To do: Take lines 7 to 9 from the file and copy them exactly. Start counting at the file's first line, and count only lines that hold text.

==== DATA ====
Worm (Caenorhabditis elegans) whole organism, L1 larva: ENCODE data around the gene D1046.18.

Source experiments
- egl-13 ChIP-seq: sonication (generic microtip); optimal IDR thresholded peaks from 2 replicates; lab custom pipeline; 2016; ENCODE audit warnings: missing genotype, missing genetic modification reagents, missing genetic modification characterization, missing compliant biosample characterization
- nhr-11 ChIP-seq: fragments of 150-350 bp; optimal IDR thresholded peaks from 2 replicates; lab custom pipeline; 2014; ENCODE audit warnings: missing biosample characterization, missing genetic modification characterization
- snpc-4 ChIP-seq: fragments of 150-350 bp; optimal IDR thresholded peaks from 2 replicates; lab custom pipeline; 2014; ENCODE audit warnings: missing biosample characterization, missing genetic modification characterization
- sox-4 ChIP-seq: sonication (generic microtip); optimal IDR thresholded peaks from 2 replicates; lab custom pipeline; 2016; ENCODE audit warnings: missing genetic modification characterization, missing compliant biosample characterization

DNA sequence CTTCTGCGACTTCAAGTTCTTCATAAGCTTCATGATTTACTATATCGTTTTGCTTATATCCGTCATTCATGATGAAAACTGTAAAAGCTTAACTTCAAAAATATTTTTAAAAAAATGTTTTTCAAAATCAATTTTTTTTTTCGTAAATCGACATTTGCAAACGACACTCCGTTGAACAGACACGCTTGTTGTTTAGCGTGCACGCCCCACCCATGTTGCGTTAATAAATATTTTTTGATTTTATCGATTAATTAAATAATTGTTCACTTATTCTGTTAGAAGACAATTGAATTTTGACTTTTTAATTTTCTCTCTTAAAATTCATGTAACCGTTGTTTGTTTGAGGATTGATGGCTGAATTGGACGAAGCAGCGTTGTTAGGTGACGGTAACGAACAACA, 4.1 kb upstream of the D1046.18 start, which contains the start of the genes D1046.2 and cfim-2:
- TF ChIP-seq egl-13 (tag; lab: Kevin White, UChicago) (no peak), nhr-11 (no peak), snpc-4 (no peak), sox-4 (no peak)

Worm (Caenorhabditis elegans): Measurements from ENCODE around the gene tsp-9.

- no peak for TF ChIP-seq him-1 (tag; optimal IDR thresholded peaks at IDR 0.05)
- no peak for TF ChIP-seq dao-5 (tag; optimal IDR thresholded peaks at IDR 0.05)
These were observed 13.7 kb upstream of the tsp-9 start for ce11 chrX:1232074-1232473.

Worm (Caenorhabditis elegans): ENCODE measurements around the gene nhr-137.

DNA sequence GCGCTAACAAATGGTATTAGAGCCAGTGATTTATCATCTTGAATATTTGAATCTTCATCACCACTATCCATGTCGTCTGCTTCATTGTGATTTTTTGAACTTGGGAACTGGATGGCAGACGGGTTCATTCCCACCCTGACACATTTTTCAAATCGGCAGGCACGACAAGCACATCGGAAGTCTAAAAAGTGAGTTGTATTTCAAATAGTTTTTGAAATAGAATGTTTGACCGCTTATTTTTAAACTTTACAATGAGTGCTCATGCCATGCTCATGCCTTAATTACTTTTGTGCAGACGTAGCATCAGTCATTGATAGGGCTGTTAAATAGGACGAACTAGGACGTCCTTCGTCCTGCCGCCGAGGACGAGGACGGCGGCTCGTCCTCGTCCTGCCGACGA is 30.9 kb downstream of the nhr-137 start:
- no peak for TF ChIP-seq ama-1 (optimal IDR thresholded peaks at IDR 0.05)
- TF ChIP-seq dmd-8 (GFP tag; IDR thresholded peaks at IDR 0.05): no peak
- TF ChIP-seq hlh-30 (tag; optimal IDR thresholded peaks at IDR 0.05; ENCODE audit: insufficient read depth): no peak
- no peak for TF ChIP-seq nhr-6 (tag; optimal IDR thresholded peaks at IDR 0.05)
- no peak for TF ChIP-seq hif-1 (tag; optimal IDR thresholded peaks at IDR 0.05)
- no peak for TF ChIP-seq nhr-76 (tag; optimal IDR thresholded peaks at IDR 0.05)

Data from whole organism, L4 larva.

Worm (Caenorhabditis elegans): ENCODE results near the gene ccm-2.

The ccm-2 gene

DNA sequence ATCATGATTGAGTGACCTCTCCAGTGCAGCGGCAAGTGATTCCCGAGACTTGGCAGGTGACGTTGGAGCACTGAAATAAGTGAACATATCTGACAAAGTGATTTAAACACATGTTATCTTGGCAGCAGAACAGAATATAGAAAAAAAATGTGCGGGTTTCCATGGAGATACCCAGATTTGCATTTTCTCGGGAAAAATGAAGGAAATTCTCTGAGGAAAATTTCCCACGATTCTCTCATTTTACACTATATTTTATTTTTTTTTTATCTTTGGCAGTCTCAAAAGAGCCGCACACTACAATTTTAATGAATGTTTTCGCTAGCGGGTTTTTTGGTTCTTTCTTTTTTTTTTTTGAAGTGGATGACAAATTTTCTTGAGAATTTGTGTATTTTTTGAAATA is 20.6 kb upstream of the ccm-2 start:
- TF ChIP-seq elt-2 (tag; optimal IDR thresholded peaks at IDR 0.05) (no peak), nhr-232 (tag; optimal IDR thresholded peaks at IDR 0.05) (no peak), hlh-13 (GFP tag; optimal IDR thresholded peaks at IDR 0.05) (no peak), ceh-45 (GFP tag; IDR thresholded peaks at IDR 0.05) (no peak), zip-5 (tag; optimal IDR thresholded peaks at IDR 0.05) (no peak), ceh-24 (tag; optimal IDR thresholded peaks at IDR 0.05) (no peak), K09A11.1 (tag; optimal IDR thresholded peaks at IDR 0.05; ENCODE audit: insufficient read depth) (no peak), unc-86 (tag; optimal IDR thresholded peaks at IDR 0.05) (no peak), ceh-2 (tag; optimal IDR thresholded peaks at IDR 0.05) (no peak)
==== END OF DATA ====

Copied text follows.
DNA sequence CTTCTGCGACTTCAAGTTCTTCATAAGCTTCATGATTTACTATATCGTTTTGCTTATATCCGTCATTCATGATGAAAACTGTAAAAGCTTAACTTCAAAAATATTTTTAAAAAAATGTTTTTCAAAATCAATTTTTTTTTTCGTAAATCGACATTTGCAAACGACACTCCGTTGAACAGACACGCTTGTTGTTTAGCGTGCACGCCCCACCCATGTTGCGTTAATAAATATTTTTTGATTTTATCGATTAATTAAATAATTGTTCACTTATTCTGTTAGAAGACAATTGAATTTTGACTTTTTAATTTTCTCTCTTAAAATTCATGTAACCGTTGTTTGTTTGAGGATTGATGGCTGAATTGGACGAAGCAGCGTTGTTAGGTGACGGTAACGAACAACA, 4.1 kb upstream of the D1046.18 start, which contains the start of the genes D1046.2 and cfim-2:
- TF ChIP-seq egl-13 (tag; lab: Kevin White, UChicago) (no peak), nhr-11 (no peak), snpc-4 (no peak), sox-4 (no peak)

Worm (Caenorhabditis elegans): Measurements from ENCODE around the gene tsp-9.